In June 2023, MAA unveiled its latest exhibition, Beneath Our Feet: Archaeology of the Cambridge Region, which has so far proved popular with visitors and has received positive reviews from publications like Current Archaeology. But what goes into creating a successful exhibition? There are many people working behind the scenes, sometimes for years; from the curatorial team and graphic designers to Front of House staff and publicity. I sat down with Dr Jody Joy, MAA’s Senior Curator in European Archaeology, to uncover just what went into creating one such successful exhibition.
RR: Thank you very much for agreeing to talk to me. Can you tell me something about the theme of the exhibition? Where did the inspiration for it come from?
JJ: Well, the exhibition has been about ten years in the making, which is quite scary! A hundred years ago, this year, a major book was published on the archaeology of the Cambridge region. A guy called Cyril Fox, set out on his bicycle and mapped where things were found from different periods. He wrote this amazing book, which for the first time showed us where people lived in the past, but also how that changed over time. So, I guess the inspiration was that I wanted to mark that centenary, that important book. But I didn’t want it to be just about Fox or the book itself. I wanted it to be an excuse for a celebration of the archaeology of Cambridgeshire.
RR: What were the different stages involved in creating an exhibition like this, and how long did the entire process take?
JJ: That is a very hard question! So, I guess the first thing you need is the idea, which I had about ten years ago. The next step was to research any new archaeological discoveries that had been made, shortlist artefacts to put on display, and look for stories that we wanted to tell. I decided that we couldn’t cover the whole region and all 10,000 years. I wanted to focus on people and places where we could say something new. And I guess, once I decided this, I started seriously thinking: ‘We want this site, and this place’.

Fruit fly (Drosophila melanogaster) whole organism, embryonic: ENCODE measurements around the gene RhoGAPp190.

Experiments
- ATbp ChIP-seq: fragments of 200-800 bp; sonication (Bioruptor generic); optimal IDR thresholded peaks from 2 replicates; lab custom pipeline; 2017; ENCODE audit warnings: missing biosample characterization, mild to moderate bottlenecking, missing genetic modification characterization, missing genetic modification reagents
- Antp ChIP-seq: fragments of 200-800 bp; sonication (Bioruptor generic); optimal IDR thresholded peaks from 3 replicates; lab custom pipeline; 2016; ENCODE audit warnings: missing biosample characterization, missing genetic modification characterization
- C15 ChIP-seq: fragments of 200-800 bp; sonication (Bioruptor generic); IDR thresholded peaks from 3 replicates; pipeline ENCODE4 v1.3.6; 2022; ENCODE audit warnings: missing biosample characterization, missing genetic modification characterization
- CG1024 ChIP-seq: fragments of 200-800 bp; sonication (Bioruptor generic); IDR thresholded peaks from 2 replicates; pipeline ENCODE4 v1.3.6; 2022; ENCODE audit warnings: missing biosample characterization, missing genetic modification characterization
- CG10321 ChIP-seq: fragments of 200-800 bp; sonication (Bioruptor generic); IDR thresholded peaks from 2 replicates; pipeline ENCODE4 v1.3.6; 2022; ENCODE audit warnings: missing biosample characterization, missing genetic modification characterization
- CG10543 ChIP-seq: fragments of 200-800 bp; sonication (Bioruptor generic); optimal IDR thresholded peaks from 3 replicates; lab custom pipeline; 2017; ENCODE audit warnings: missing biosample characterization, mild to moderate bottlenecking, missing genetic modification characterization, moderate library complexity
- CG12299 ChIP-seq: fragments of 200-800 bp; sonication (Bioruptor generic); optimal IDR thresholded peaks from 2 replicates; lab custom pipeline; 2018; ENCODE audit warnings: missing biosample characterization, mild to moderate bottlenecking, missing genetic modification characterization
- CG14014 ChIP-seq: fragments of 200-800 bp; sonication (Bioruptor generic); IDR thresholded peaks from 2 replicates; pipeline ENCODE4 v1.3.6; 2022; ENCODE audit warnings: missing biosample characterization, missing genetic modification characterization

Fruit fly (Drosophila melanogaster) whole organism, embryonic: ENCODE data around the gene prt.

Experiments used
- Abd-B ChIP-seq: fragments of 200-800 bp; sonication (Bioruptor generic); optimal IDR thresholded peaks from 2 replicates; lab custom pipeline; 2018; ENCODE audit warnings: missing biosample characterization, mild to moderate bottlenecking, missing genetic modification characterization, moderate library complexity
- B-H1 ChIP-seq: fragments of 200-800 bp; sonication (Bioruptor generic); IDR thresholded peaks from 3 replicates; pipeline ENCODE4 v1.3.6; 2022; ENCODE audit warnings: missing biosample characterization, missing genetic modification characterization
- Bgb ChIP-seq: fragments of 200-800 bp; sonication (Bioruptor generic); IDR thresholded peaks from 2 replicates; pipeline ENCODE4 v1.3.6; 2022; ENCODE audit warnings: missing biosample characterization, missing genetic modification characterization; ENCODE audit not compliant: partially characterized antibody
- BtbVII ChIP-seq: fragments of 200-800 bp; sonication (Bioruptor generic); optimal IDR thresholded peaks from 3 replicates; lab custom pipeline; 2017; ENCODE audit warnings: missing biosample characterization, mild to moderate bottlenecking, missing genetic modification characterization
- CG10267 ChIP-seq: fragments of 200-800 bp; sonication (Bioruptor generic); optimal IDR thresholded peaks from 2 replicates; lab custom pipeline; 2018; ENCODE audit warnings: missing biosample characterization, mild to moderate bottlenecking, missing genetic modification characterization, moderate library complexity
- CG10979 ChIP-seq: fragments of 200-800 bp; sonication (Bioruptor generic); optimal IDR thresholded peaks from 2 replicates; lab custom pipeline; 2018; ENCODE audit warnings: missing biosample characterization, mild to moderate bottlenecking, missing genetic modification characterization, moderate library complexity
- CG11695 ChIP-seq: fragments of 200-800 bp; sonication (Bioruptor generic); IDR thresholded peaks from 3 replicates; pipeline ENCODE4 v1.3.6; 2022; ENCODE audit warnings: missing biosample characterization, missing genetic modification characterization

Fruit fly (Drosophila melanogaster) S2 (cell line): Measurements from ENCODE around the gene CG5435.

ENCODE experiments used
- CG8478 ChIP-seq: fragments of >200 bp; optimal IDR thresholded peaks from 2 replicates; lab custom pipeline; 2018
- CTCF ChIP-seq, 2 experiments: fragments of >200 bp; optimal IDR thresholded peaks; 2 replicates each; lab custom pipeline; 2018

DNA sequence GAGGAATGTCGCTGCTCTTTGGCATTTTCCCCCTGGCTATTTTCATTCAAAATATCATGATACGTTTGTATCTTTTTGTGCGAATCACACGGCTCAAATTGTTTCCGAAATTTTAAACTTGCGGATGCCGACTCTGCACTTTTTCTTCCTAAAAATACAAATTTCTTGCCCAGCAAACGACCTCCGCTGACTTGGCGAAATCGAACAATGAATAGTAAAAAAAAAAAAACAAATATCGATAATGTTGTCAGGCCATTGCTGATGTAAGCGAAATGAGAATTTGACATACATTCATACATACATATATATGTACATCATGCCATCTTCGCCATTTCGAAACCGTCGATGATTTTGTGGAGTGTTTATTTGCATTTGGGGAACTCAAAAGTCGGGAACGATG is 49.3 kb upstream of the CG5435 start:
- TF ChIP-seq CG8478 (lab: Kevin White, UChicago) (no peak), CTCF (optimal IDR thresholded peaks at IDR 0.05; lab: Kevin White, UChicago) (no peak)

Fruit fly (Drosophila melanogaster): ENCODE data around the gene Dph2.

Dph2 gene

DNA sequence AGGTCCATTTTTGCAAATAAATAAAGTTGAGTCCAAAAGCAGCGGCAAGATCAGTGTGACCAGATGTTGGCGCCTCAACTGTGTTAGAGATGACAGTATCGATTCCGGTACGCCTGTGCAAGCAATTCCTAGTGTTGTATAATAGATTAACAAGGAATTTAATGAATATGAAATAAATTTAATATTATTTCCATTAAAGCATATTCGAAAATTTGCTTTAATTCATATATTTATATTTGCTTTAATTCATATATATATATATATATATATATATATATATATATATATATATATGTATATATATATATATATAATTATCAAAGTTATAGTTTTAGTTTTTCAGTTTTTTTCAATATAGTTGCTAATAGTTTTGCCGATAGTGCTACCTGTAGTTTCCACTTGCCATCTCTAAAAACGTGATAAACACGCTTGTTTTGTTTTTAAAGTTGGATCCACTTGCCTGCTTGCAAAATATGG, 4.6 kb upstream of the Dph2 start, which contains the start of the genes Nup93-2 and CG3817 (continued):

After about a year we started thinking about the title, how we might lay out the exhibition, and what’s going to be in each case. Then we started fleshing things out. Do we need to borrow things? If so, then institutions involved probably need to be contacted. Then there’s the stage of designing case layouts; how you want it to look, liaising with the workshop team about object mounts, organising the photography of objects we want to display, and writing labels. Then there’s the final stage, which is installation, which is probably the most stressful stage! It takes about six weeks to a month. And that’s literally putting things in cases.
RR: Speaking about stressful, what were the some of the challenges you faced in curating this exhibition? How did you resolve them?
JJ: I think the biggest challenge was that we already have most of our best objects on archaeology of the Cambridgeshire region on display in the Cambridge Gallery. So, we had to decide how to complement this space and tell new stories. That was the biggest challenge. And then it was finding those stories and those objects and artefacts. How did I resolve them? A lot of it is having conversations with people. Speaking to local archaeology units; what have you found, what’s exciting, what stories can we tell? Also speaking to our Collections Manager, Imogen Gunn, who has an encyclopaedic knowledge of what’s not on display, what’s been on display before, and what should be on display.
RR: If given an opportunity, then is there anything that you would do differently?
JJ: I think you always want more time than you get. Another thing I suppose, would be those dream artefacts and things that you’d like to have included. So, maybe a bit more luck in persuading some local museums to lend us stuff that would have been amazing.
RR: When it comes to this exhibition, what achievements did you celebrate or are particularly proud of?